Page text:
How does one begin when there is no place to start? This was the question for Daniel and his peers. Sinai was an ancient memory and Jerusalem and its temple lay in ruins. Things had come full circle. Israel dwelt in Babylon; Abraham had returned to the gods of his fathers. Was there any hope?
Hope is a remarkable thing. It empowers our efforts but exists entirely independent of them. We find ourselves willing to do anything in the pursuit of hope only to find that it takes a form altogether different than we had expected or even comprehended. Daniel rightly placed his hope in the infinite God, “the Hope of Israel” (Ps. 137; Lam. 3), holding fast to the promises He had given to Abraham’s descendants, the captives of Babylon (Isa. 41; 46–47; 51–52). This is most evident in Daniel’s last years when, as a son of Israel—a Prince with God—he lays hold of God and demands His blessing for His name and His people (compare Gen. 32 to Dan. 6:10; 9:1–19).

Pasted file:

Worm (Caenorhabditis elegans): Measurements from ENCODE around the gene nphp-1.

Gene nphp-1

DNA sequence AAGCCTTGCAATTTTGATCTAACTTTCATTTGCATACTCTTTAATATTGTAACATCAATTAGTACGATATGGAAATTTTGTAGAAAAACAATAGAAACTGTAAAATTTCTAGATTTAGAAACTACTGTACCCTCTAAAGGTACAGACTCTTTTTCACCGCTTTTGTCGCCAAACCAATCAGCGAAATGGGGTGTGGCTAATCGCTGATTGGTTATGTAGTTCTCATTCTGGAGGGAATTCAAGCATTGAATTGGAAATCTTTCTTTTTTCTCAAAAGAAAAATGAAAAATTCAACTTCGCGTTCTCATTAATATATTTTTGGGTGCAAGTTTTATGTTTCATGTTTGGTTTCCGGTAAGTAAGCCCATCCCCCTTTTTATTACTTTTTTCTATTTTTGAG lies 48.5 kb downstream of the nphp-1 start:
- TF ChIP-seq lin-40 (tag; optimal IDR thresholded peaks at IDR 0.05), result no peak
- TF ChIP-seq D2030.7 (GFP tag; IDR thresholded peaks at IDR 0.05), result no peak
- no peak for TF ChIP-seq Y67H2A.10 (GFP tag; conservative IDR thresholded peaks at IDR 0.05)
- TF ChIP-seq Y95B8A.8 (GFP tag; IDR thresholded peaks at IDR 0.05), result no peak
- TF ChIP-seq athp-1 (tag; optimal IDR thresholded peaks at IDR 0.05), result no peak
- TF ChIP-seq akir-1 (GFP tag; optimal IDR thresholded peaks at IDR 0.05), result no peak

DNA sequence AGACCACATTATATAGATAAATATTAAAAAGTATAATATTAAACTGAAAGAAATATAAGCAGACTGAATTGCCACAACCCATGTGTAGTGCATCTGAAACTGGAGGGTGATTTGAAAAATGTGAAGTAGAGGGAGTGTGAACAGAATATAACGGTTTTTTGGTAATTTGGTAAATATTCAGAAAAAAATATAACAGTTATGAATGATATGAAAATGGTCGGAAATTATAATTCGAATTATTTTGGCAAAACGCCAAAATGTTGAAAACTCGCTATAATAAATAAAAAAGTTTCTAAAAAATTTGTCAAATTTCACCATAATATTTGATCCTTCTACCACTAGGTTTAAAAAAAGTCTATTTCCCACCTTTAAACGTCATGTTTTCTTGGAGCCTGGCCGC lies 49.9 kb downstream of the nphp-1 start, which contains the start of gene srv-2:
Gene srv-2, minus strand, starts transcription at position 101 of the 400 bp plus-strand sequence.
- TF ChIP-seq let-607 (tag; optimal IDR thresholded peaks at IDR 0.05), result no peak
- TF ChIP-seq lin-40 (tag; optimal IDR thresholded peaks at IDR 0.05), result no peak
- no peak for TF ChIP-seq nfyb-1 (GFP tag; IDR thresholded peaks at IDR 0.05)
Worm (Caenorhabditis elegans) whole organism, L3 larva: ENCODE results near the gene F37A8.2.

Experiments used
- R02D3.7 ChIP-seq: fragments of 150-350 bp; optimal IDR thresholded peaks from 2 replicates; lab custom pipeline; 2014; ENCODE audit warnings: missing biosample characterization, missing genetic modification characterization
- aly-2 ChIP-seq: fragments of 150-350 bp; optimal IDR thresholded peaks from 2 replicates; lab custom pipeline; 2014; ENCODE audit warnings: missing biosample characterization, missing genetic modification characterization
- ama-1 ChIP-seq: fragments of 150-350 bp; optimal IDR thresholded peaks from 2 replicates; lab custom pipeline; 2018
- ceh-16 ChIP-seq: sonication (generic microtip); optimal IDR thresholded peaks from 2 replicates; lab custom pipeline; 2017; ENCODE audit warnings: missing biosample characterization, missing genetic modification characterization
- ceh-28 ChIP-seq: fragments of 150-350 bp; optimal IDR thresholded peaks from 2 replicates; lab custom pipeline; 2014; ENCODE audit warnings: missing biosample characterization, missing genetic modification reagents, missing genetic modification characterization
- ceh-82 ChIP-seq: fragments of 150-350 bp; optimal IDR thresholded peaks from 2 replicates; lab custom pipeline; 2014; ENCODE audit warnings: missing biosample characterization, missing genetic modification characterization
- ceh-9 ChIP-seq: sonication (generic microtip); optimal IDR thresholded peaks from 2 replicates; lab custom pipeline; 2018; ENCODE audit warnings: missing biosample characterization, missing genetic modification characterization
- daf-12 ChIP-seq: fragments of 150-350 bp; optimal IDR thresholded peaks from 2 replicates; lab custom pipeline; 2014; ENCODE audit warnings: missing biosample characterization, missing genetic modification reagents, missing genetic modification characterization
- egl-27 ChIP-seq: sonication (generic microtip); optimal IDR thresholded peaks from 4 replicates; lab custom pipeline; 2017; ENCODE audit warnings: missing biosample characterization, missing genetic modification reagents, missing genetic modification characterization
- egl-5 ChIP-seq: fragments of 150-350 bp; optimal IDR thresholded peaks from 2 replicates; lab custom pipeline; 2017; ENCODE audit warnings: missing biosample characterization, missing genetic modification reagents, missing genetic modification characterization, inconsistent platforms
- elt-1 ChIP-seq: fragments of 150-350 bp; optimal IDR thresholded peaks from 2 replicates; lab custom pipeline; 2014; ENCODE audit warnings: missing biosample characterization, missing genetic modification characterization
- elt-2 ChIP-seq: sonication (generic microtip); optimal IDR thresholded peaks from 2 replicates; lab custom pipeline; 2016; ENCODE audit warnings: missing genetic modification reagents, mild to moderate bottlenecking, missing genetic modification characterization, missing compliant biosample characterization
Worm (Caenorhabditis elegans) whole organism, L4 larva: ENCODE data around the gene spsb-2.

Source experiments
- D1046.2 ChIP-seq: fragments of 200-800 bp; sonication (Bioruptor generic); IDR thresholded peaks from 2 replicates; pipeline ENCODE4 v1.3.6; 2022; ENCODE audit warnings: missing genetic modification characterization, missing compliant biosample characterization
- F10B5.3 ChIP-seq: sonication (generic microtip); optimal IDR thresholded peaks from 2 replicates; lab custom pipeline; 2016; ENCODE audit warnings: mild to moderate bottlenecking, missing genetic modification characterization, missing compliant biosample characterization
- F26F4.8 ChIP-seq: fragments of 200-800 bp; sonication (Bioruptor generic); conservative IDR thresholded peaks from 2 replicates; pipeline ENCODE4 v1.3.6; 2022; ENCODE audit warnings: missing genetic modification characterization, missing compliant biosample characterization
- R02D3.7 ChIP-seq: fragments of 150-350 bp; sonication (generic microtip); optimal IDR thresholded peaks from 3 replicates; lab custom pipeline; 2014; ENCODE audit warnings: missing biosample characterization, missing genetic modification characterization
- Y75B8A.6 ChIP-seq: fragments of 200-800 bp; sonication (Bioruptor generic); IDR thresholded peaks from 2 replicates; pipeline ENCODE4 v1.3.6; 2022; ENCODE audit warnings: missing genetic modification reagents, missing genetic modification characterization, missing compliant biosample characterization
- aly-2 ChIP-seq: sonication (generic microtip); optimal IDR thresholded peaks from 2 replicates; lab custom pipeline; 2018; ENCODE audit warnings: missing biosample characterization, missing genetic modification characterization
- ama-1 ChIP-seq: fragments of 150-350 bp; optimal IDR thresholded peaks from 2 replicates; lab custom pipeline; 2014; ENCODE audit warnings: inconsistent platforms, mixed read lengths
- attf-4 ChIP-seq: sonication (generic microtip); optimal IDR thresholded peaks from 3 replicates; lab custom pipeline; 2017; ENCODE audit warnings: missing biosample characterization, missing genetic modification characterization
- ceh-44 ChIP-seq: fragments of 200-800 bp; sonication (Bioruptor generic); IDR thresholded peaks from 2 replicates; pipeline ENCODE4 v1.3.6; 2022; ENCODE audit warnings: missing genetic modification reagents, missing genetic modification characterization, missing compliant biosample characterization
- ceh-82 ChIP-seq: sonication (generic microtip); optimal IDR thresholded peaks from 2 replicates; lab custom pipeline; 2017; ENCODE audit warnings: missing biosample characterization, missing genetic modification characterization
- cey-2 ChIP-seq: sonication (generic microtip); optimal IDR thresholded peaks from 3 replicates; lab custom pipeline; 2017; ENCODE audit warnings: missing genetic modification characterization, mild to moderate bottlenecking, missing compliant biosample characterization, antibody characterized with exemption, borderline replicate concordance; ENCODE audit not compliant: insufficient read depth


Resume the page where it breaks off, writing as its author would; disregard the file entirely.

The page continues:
Daniel’s faith was repeatedly answered in the remarkable visions that constitute the second half of the Book of Daniel (Dan. 7–12). Yet these answers were far from comforting—Babylon was only the beginning of the exiles, atrocities, and agonies that would befall Israel. Yes, a remnant would return to the land and rebuild the temple, but the Messiah—the Hope of Israel—would be killed, the temple would again be destroyed, and Jerusalem would be repeatedly desolated by gentile armies (Dan. 7:28; 8:27; 9:24–27). These divine communications explained earlier prophecies (Hos. 3; Isa. 6), but were they the answer to Daniel’s cry for deliverance? The New Testament is God’s answer to this question. It is the answer to the mournful longing of scattered, enslaved, dejected Israel (Mt. 10:1-15; Lk. 1:67-2:39). As such, we cannot gain a solid understanding of the New Testament Scriptures without a serious study of the Book of Daniel.